1. acts of courtesy and are of modest value;
  2. do not compromise the integrity and/or the reputation of any of the parties; and
  3. do not create the Appearance of Impropriety.

Permissible gifts and hospitality should also have all the following characteristics:

  • not be a cash payment;
  • be provided in connection with a bona fide and legitimate business purposes;
  • not be motivated by the desire to exercise improper influence or the expectation of reciprocity;
  • be reasonable according to the circumstances;
  • be commensurate with generally accepted standards of professional courtesy; and
  • comply with local laws and regulations applicable to the public officials or service providers.

Further, all gifts given to third parties must be in accordance with the ICARS gift policy.

ICARS acknowledges that the practice of giving business gifts and hospitality varies between countries and regions and what may be normal and acceptable in one region may not be in another. There may thus be exceptional cases when gifts or hospitality above the limits defined previously in this policy are not appropriate to decline. The test to be applied is whether in all the circumstances the gift or hospitality is reasonable and justifiable. The intention behind the gift should always be considered. Any cases, when gifts are potentially above the limits detailed in this policy are accepted, shall be reported in writing to the ICARS Executive Management and the Safeguarding Officer for registration in the ICARS Integrity Register. This also accounts in cases where there are any doubts about whether the threshold is crossed. Offers of gifts and hospitality above the limits detailed in this policy and the ICARS gift policy to third parties by ICARS staff must also be declared.

  • Must Report any suspected or confirmed incidences of fraud, bribery and corruption involving ICARS funds as required by this policy and the partner/ grant agreement, and using the reporting avenues as outlined in the ICARS Code of Ethics and Professional Conduct (section 6.7: Reporting unethical misconduct) and the Whistleblowing Policy;
  • Must Respond to fraud, bribery and corruption incidences observed or reported to them whilst upholding the principles of response set out in this Policy and following the process as outlined in the ICARS Code of Ethics and Professional Conduct (sections 7: complaints or concerns procedure, and 8: Responses to code violations and follow-up) and the Whistleblowing Policy.

To help identify cases of fraud, bribery and corruption, some examples have been set out in APPENDIX 1, however this list is not exhaustive. If in doubt, contact a member of the Executive Management, the ICARS safeguarding officer (ethics@icars-global.org) or report any suspicions via the ICARS whistleblowing system.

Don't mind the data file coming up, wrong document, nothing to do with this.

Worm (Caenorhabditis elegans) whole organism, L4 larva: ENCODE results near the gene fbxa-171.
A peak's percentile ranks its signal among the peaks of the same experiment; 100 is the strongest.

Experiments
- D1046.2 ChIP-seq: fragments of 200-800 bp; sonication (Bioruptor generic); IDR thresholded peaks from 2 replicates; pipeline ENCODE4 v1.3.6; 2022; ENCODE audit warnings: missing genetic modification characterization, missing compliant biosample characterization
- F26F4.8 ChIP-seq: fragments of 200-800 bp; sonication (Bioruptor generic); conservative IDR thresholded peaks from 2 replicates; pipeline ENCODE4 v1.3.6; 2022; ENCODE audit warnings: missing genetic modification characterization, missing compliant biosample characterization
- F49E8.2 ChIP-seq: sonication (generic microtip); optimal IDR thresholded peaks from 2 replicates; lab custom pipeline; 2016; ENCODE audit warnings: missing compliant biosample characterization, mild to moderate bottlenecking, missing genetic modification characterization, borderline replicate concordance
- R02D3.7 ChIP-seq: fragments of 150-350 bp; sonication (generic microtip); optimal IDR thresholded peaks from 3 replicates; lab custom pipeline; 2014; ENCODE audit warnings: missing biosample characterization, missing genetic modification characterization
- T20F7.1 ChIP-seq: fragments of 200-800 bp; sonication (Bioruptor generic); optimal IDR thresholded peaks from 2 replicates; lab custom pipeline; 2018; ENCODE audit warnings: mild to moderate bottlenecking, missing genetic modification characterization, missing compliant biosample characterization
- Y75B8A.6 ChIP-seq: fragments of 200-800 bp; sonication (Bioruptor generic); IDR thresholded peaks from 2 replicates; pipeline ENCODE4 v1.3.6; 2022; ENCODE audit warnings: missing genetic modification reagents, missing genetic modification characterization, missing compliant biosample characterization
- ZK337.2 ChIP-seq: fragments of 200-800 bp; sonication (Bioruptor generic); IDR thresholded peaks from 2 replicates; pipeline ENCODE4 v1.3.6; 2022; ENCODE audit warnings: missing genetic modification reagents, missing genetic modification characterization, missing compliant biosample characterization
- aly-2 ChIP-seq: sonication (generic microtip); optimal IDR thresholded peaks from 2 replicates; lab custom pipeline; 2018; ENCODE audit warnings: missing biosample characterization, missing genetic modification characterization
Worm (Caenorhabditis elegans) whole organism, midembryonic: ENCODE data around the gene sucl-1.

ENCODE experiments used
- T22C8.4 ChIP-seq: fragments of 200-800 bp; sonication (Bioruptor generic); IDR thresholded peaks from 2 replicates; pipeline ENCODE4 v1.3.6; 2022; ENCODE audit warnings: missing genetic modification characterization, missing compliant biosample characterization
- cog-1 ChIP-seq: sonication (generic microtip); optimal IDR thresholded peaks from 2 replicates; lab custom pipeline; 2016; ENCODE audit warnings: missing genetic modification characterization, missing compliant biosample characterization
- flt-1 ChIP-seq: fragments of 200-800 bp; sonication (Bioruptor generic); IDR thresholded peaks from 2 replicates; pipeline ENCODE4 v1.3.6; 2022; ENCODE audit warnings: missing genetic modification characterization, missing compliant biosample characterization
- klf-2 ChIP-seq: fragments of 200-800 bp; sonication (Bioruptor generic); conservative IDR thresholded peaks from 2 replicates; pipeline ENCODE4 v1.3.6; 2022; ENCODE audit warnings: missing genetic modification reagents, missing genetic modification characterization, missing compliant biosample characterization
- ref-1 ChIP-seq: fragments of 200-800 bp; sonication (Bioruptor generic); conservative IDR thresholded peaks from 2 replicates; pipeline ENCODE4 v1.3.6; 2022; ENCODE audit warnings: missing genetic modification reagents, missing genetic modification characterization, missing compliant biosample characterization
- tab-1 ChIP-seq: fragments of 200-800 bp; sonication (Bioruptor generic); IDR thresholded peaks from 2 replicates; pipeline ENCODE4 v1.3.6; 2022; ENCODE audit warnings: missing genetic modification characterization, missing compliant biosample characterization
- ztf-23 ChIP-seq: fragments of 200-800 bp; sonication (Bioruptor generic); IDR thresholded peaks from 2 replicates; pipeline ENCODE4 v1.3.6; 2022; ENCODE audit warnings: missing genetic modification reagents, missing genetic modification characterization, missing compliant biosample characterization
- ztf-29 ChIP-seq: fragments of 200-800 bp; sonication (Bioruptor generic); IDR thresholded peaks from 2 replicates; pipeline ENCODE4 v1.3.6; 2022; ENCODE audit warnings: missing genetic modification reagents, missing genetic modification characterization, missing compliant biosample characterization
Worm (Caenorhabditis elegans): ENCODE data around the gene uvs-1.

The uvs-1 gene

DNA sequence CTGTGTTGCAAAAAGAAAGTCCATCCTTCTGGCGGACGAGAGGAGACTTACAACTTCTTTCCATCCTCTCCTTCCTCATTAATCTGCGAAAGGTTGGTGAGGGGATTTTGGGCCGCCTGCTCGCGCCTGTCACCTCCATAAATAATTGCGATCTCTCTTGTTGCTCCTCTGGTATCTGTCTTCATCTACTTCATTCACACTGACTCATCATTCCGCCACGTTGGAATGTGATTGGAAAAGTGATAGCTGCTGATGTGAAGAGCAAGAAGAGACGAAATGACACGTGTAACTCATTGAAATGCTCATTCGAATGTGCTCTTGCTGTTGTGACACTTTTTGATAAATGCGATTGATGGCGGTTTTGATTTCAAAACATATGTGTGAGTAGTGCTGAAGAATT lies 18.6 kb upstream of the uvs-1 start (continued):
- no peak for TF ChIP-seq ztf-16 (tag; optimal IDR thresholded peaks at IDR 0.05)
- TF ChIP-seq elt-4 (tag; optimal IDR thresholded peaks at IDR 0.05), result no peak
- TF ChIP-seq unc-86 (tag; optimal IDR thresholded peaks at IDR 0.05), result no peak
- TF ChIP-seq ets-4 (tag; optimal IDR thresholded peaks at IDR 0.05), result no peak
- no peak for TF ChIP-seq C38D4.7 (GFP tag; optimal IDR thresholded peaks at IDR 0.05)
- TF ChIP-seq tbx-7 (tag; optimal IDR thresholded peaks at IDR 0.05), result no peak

6. Monitoring and Review

Aggregated data on Fraud, Bribery and Corruption incidents and risks thereof will be reported on an annual basis to the Board of Directors.

The Board of Directors shall authorize and oversee a periodic review of the administration of this policy at least every two years or as required by legislation or experience. The review may be written or oral. The review shall consider the level of compliance with the policy, the continuing suitability of the policy, and whether the policy should be modified and improved.

Any changes to the policy shall be communicated immediately to all Covered Persons.

Appendix 1 – Examples of bribery, fraud and corruption

An ICARS staff member needs to pass a border checkpoint; by paying $25 to the officials there is a “fast track” process (facilitation payment, i.e. a “small” bribe).

Charging ICARS for goods and services that have not been delivered.

Seeking to obtain confidential information about a colleague or others, with intent to use it for unauthorized purposes.

Knowingly providing false, misleading or incomplete information to ICARS, donors, partners, or other business relations, or deliberately failing to provide information where there is an obligation to do so.

To speed up the process of co-development or implementation of a project in a partner country a gift is provided by ICARS to the partner organisation (caution is also required to avoid such a perception).

ICARS decides to go with one ministry instead of another as project partner, because of a gift received (caution is also required to avoid such a perception).

ICARS decides to provide more support in project implementation to a specific government partner because of a gift received (caution is also required to avoid such a perception).

A public official solicits a payment for expediting clearing customs at the airport (facilitation payment, i.e. a small bribe).

A partner gives clothes or jewellery to pass on to the recipient’s spouse.